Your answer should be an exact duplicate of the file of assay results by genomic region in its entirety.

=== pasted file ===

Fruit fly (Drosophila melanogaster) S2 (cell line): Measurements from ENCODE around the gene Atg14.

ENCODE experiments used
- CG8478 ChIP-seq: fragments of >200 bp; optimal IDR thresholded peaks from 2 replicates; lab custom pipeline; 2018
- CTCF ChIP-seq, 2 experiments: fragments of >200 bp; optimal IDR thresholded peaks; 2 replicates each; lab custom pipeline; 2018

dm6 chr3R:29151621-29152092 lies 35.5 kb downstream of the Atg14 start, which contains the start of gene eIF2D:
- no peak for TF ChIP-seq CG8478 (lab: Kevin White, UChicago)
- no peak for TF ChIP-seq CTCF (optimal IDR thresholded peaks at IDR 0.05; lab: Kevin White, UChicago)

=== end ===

Fruit fly (Drosophila melanogaster) S2 (cell line): Measurements from ENCODE around the gene Atg14.

ENCODE experiments used
- CG8478 ChIP-seq: fragments of >200 bp; optimal IDR thresholded peaks from 2 replicates; lab custom pipeline; 2018
- CTCF ChIP-seq, 2 experiments: fragments of >200 bp; optimal IDR thresholded peaks; 2 replicates each; lab custom pipeline; 2018

dm6 chr3R:29151621-29152092 lies 35.5 kb downstream of the Atg14 start, which contains the start of gene eIF2D:
- no peak for TF ChIP-seq CG8478 (lab: Kevin White, UChicago)
- no peak for TF ChIP-seq CTCF (optimal IDR thresholded peaks at IDR 0.05; lab: Kevin White, UChicago)